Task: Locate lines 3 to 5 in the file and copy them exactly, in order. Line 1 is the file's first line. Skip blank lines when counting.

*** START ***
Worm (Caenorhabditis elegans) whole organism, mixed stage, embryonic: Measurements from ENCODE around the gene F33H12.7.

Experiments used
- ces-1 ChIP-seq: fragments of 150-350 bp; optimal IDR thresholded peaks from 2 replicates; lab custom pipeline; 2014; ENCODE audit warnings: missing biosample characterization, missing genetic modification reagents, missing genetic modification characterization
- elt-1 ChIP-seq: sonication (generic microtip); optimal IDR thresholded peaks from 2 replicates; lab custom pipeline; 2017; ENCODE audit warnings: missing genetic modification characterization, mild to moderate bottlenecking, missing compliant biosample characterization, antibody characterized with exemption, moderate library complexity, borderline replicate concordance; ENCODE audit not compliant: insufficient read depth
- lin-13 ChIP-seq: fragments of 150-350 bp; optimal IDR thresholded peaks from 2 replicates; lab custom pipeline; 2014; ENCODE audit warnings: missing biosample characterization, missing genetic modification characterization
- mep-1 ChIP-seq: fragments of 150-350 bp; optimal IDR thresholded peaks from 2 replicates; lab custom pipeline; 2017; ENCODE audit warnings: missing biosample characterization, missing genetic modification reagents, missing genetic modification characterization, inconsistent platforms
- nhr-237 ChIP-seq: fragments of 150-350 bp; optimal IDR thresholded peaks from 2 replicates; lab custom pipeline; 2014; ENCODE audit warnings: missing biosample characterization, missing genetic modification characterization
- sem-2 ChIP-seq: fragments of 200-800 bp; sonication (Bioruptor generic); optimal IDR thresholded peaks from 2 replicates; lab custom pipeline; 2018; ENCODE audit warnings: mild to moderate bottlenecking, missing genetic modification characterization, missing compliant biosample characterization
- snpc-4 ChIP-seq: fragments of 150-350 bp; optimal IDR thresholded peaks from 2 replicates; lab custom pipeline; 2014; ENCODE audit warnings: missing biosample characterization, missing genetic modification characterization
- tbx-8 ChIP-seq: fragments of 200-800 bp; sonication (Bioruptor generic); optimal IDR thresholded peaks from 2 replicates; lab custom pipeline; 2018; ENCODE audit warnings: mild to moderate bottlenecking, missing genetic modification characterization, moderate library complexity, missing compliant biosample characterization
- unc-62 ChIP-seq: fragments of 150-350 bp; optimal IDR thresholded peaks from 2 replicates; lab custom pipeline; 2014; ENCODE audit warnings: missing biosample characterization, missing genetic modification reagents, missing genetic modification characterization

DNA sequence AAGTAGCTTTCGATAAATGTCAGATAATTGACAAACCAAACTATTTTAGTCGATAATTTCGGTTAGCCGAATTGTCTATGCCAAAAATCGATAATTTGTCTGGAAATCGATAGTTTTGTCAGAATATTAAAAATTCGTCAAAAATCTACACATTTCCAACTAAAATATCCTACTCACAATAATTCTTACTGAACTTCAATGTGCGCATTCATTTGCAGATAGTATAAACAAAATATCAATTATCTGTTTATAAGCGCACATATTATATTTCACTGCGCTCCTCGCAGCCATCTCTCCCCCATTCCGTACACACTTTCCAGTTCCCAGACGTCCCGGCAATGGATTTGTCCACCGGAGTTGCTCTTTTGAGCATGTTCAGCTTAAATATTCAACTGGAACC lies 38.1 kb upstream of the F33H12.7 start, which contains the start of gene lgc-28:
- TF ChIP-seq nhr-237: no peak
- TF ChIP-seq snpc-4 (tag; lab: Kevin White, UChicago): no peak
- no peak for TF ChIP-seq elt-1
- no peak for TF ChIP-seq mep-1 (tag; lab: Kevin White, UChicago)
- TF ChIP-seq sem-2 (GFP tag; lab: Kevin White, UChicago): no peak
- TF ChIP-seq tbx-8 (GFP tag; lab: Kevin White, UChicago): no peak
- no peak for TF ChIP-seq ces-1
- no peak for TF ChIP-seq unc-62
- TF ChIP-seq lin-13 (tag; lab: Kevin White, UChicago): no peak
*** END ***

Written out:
- ces-1 ChIP-seq: fragments of 150-350 bp; optimal IDR thresholded peaks from 2 replicates; lab custom pipeline; 2014; ENCODE audit warnings: missing biosample characterization, missing genetic modification reagents, missing genetic modification characterization
- elt-1 ChIP-seq: sonication (generic microtip); optimal IDR thresholded peaks from 2 replicates; lab custom pipeline; 2017; ENCODE audit warnings: missing genetic modification characterization, mild to moderate bottlenecking, missing compliant biosample characterization, antibody characterized with exemption, moderate library complexity, borderline replicate concordance; ENCODE audit not compliant: insufficient read depth
- lin-13 ChIP-seq: fragments of 150-350 bp; optimal IDR thresholded peaks from 2 replicates; lab custom pipeline; 2014; ENCODE audit warnings: missing biosample characterization, missing genetic modification characterization